Friday, August 18, 2017

Protection of Traditional Knowledge and Genetic Resources

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Article 26 of 2016 Patent Law addresses protection rules about over and Benefit Sharing and disclosure requirements for the origin or sources of genetic resources and/or traditional knowledge. This is to implement the Convention on Biological Diversity and Nagoya Protocol.

Chapter V of the 2014 Copyright law protects Traditional Cultural Expressions – that is works of unknown authorship, which attract copyright under the law. WIPO has long been helping developing countries protect their Traditional Knowledge, something that Indonesia as a large country of many peoples has worried about at an IP level.

Now there are going to be 2 new Ministerial regulations. The first covers something a called Local Wisdom, and the second Communal IP data. The Local Wisdom Regulation defines Traditional Knowledge as part of the Local Wisdom of indigenous people and local communities which might be used in an IP context. A structure is created to require consent to use traditional knowledge and a benefit sharing system with local custodians.  These are reasonably complex rules. It will be hard to many remote local people to comply with them, but nevertheless IP holders conducting research and utilizing technologies from Indonesian resources, or producing copyrights or other IP from local traditional cultural expressions will need to comply with these rules.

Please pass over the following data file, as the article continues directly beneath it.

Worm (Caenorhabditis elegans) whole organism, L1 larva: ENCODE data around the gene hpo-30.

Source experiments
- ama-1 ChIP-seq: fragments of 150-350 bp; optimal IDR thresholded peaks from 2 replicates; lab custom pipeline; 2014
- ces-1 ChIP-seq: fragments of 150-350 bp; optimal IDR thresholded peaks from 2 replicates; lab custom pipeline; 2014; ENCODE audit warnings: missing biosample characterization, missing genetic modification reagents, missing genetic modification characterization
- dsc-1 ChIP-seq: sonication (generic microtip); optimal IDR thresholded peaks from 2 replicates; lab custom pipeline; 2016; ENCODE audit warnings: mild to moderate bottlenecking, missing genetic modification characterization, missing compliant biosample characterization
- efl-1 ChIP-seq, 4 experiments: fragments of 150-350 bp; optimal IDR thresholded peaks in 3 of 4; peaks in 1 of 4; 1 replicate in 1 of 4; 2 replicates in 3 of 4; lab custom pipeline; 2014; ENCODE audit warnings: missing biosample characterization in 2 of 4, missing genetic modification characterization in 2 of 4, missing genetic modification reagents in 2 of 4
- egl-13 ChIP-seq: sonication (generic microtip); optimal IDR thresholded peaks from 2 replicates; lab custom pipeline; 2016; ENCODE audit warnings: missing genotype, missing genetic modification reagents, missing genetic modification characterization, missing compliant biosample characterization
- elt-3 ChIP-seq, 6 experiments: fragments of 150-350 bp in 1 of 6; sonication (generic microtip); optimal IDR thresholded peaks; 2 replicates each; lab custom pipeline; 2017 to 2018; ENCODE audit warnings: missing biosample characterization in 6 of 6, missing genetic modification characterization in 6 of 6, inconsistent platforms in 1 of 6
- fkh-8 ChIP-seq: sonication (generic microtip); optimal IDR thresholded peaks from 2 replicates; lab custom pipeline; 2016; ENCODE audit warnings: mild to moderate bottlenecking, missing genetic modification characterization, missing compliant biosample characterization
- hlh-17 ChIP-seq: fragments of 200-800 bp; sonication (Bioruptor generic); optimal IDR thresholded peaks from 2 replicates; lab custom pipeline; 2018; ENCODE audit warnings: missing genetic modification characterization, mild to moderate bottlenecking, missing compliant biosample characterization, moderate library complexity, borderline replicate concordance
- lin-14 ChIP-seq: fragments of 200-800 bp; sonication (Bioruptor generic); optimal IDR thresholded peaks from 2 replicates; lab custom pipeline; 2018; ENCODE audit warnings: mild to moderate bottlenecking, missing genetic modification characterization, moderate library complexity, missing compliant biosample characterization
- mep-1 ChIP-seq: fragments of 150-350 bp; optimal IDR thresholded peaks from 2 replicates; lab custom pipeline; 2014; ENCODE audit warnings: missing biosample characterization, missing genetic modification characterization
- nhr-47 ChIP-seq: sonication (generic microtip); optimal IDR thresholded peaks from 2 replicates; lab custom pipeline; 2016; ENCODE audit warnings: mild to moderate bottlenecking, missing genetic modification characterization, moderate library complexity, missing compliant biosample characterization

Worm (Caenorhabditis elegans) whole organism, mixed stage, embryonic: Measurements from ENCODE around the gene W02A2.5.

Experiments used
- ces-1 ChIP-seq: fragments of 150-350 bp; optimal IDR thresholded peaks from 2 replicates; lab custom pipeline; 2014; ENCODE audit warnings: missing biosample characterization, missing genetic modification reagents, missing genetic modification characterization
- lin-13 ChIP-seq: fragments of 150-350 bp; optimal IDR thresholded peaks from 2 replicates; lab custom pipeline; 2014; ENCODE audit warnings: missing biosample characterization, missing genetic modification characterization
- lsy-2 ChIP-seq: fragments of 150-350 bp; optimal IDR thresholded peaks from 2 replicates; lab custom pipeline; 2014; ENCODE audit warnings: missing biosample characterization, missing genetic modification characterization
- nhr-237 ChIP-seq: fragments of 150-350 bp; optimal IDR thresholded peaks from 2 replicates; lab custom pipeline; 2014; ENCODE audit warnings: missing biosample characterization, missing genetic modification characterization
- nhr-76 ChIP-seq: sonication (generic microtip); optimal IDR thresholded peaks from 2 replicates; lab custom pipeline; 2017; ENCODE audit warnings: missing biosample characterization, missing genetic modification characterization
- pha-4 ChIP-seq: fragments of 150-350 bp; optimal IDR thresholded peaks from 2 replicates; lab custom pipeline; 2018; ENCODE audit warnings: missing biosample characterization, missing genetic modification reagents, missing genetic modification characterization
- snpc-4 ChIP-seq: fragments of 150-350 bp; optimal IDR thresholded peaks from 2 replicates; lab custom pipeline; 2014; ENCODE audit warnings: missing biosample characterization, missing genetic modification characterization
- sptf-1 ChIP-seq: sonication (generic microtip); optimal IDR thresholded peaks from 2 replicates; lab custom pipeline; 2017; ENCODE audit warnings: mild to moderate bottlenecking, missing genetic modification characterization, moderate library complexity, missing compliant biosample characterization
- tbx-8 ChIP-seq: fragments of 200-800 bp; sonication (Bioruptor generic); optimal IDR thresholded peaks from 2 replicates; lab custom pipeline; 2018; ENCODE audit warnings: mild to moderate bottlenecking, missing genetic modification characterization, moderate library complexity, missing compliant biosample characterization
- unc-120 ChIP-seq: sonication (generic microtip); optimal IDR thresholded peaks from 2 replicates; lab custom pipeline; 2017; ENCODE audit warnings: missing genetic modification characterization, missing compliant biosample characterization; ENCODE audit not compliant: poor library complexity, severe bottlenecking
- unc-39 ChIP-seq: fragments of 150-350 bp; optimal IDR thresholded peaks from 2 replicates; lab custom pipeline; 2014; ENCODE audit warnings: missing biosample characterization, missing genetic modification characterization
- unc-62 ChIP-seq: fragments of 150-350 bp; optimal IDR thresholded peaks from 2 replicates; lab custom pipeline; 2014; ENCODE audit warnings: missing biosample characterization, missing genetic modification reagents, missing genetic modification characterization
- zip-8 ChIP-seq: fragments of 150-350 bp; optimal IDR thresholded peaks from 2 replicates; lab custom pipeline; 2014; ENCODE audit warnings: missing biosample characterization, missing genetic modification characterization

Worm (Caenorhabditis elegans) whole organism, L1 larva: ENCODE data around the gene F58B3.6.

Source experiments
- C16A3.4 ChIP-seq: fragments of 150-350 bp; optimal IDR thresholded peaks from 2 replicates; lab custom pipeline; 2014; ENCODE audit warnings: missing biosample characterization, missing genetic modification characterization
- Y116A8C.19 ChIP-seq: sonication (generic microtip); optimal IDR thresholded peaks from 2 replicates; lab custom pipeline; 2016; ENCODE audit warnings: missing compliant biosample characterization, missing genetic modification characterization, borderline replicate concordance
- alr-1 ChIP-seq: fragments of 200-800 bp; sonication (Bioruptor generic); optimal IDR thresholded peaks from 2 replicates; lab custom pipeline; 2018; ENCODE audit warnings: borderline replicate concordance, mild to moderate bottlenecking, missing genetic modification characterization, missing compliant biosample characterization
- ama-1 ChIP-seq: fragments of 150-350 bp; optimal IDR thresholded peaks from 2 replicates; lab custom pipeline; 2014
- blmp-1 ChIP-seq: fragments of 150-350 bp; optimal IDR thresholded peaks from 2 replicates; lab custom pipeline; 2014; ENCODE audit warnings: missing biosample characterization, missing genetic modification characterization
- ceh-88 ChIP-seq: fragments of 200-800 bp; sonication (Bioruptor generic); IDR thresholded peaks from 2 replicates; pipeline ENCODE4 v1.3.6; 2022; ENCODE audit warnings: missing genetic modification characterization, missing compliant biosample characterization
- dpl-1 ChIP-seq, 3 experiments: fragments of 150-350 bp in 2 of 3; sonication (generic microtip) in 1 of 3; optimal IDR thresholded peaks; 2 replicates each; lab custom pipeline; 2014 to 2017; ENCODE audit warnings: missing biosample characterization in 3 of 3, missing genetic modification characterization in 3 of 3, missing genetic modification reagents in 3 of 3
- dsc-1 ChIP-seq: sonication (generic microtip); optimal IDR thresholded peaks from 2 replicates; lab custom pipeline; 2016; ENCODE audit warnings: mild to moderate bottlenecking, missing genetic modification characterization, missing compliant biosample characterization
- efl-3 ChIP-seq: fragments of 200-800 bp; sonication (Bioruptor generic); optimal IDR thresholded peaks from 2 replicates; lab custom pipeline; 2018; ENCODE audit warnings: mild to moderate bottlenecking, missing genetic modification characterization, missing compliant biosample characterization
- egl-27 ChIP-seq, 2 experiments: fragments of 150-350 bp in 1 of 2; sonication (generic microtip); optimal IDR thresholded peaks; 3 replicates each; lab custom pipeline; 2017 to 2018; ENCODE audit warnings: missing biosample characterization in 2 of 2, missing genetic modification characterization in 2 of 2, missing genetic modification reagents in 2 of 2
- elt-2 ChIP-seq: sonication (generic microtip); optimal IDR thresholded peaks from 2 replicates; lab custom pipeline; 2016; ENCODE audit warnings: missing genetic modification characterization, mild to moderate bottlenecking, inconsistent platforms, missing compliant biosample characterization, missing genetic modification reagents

The second regulation allows the Ministry of Law to collect Communal Intellectual Property Data to manage and preserve traditional knowledge, traditional cultural expressions, genetic resources, and potential geographical indications in the form of a database. On 27 July 2017, the Directorate General of Intellectual Property launched the Communal Intellectual Property Data Centre at present, only a handful of CIPs are already filed on the Database including a coffee, dance and music, textiles, and a fish

There will be a lot of complexity and possibly controversy around this. It is however impressive that Indonesia is making a start on this knotty area. Local disputes will arise with local communities over ownership, rights and definitions. After all who trusts a government to look after their property! In addition there are a host of other intersecting rules, for example, conservation laws, regional regulations, customary law, research permit rules, a proposed new Indigenous People's Rights law and foreign investment restrictions. Begin the process of studying this early if you are looking to use or rely on genetic materials or Traditional Knowledge from Indonesia.   

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